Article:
when there are demons in the airwaves...

dear loyal readers, i have arrived in banner wyoming for the residency, and to say that the internet connection is 'wonky' would be an understatement. those of you who read the blog daily will quickly realize the situation for the next four weeks will be a sporadic one at best. in better news, my studio faces a beautiful snow covered mountain and i awoke this morning at 5 am to snow sparkling in the moonlight and a rabbit slowly hopping past... the landscape so quiet i could hear his little paws on the surface of the snow...

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Wednesday, January 14, 2009

when migrations are in the air...





yesterday was the first day of my drive to wyoming, and i drove from pasadena to park city utah. there were two very strange moments, both seemingly related to my previous post regarding otto piene's thoughts on the word migration suggesting certain forms of ephemeral artworks drifting in skies (you should take a peek at piene's great inflatable kite pieces from the 70's).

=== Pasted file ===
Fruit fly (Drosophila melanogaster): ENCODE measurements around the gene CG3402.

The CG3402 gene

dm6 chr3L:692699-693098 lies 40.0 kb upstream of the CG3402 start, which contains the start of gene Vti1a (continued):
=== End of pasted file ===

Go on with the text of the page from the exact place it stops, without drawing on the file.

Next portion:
the first incident was about a half hour north of las vegas. at first i thought i was hallucinating, as it appeared to be a flock of giant birds, but as i sped closer, i could see that the drifting dots were actually humans with small colored parachutes - a small swarm of drifting humans slowly descending to the ground, as hundreds of automobiles sped by. it was uncanny to say the least, particularly the difference in the speed we were traveling on the ground, and the relative slow motion feeling of how they were falling.